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    I think I am bumping up to 32x18. I just rode a flat easy trail in Omaha yesterday with some small drops and clmbs and some small whoop de doos ect. I just watched my video and I watched a video of the same trail from another rider and his is flowing and fast and mine looks like grandma is riding even though I remember mashing pretty good along most of it lol. I cannot believe I was going as slow as the video showed. Sure seemed like I was going faster. But beside the video my main thing is that there was no way I needed this low ratio on this trail or possible some others in the midwest.

    The only reason I am running 32x20 is because when I built this bike I had a leftover Surly 20 tooth cog from my Jamis which had been running 34x20. I figured why waste the money until I tried it. Well I think it is time to spend some money lol.

  5. #5
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    Oh and by the way would 32x18 on a 29er be equivalent to 32x17 on a 650B?

  6. #6
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    Quote Originally Posted by iowamtb View Post
    Oh and by the way would 32x18 on a 29er be equivalent to 32x17 on a 650B?
    Compute it with the gear inch formula.
    Wheel Diameter (including tire) x (Chainring Teeth) / Rear Cog Teeth = Gear Inches

  7. #7
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    I dunno......to me, the whole thing about riding a SS is never being in the right gear.....swapping gears for different rides, sounds almost like riding a geared bike. Kind of defeats the essence of riding the SS.

    That said, I ran 32/22 for along time, before finally changing over to a 32/21. Out here in So. Cal. everything is steep up/steep down. Been thinking about going to 33/22 to help pull the rear wheel in closer.

    32/19 out here is for the hearty/strong legged.....32/18 just sounds too painful.
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  8. #8
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    32x18 is pretty big if you are doing any climbing. I run 32x20 in norcal and I have to walk some bits. If you can push 32x18 on extended climbs, you are a stud.

  9. #9
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    32/18 is just fine for 650B. On a 29er I feel it's a little bit tall, but only a wee bit.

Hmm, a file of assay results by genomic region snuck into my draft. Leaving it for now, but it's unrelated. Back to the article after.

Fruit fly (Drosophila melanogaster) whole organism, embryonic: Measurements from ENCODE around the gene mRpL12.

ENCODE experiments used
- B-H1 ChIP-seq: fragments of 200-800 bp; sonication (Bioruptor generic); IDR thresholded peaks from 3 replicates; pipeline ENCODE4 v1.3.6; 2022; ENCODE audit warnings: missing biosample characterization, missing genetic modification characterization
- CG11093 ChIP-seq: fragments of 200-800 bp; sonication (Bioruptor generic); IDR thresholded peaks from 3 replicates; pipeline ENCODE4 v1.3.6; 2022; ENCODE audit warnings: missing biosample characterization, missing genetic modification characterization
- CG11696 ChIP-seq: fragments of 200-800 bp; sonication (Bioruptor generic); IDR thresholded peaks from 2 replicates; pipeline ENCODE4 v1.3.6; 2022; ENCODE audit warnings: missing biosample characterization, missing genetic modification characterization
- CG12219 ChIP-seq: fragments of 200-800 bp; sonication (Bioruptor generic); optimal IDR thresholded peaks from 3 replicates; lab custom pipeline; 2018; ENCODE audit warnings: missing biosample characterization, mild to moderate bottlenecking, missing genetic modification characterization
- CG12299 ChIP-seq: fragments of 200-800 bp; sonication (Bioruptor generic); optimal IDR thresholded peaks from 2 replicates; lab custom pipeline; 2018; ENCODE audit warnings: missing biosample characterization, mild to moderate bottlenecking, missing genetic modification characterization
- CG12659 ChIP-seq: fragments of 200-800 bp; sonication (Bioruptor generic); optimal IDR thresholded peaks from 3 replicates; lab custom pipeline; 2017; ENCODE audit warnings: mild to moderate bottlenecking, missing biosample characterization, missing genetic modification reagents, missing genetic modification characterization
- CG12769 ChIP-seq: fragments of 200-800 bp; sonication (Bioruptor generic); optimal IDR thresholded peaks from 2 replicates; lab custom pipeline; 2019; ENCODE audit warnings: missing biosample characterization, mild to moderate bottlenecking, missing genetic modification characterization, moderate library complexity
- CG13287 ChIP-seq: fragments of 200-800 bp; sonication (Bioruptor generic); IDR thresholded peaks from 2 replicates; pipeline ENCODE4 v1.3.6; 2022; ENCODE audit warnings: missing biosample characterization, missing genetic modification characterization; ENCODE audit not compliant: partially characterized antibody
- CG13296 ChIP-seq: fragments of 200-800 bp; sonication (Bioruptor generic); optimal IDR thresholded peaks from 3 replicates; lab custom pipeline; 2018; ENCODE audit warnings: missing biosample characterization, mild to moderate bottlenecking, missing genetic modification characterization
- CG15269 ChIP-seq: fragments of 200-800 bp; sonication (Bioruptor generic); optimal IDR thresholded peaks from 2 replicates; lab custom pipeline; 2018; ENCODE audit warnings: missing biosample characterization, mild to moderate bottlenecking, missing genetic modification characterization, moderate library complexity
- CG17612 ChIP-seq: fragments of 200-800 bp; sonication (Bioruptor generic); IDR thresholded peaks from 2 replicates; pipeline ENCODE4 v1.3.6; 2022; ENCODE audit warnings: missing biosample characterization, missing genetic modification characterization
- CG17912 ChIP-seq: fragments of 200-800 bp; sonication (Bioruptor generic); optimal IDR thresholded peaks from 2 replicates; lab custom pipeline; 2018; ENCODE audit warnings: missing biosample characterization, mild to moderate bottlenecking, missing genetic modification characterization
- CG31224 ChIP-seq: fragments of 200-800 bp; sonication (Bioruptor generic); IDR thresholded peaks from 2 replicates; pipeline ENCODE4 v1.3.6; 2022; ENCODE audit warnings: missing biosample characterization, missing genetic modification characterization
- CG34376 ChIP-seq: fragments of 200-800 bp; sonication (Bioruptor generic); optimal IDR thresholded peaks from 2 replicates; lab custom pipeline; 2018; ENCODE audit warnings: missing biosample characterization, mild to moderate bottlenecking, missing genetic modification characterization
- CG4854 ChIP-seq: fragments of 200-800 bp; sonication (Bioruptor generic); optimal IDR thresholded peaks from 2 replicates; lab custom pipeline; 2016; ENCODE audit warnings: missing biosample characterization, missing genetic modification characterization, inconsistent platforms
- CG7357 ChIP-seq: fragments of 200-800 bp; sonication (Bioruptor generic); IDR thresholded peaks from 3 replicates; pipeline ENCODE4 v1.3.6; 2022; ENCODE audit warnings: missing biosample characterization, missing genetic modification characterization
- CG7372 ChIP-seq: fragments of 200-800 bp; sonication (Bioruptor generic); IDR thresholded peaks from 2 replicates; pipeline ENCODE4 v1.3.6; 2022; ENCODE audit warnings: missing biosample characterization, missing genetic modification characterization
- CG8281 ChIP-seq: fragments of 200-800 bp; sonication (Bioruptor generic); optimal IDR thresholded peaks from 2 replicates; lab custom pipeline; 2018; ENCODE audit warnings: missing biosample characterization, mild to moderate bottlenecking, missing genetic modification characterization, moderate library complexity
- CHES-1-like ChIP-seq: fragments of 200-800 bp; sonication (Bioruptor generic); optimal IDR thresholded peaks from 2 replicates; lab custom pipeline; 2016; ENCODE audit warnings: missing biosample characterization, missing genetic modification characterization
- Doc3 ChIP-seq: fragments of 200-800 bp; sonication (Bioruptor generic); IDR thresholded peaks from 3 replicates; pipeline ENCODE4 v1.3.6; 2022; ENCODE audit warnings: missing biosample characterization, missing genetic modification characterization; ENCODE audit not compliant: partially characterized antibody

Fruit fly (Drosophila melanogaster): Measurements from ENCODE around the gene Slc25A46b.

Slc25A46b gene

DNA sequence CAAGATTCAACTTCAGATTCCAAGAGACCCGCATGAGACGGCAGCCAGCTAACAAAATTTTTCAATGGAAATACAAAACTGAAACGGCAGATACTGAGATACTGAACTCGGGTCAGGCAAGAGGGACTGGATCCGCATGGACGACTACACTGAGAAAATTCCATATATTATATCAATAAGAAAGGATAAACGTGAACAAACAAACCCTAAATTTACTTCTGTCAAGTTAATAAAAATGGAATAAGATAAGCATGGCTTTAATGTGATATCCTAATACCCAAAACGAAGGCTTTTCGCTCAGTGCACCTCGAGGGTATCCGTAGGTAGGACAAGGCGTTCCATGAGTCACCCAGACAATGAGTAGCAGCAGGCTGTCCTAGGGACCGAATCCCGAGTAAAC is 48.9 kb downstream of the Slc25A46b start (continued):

Keep in mind that climbing a hill at a certain speed requires just as much energy regardless of gear ratio. Of course some gear ratios put you in a more efficient cadence, but for short climbs there's not much difference: if you climb fast it's hard.

  10. #10
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    Guess the only way to know is buy a cog and find out....I am on it like flies on doo doo lol!

  11. #11
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    Just get a Formula/Gusset/Shimano stamped 18t sprockt for < $8 and find out for yourself!
    Ride more!

  12. #12
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    Quote Originally Posted by asphaltdude View Post
    Just get a Formula/Gusset/Shimano stamped 18t sprockt for < $8 and find out for yourself!
    Went with a Niner cogalicious 18 tooth cog. Just ordered. I will find out in plenty of time if it is what I like. Plus being aluminum I might shave some weight off. My Surly steel cog is pretty hefty for how small it is.

  13. #13
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    From: Single Speed Drivetrains | Spews | The Information Hole | Surly Bikes

    "9. Gear lower. I know all you guys and gals out there are gorillas and want desperately to outdo you pals mentally, socially, physically, etc. on rides, but from a functional standpoint lower gears are better on a one-speed off-road drivetrain. I suppose if you're a member of the go-fast club you have to run a big gear, so you HRM-types can skip this part. But if you're more concerned with your ability to ride and clean the tight stuff, you'll be doing your style a favor and you'll be sparing your drivetrain a small measure of unnecessary abuse by sticking with low(er) gears. Yes, you do have to "spin" more on the flats, subjecting drivetrain parts to more cycles and more wear, but by not having to herniate yourself up the climbs you will be reducing the amount of shock, distortion and potential for catastrophic skippage or breakage of your drivetrain components. Not to mention your unmentionables."

    This is sound advice. I started SS on 32x18 (29er) and while it was fine, I always felt like I was racing. It was often difficult, though I would go pretty fast. Once I switched to 32x20 I enjoyed it at lot more. So yeah, see above...
    My other bike is a /7.

  14. #14
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    Thought I was a badass so I put on 51 gi's. Decent climbs were tough so I swallowed my pride and went to 48 gi's. Still too high for any respectable climb so I dropped to 43 gi's. Allows me to pedal up the steeps and going down, I'm not pedaling anyhow.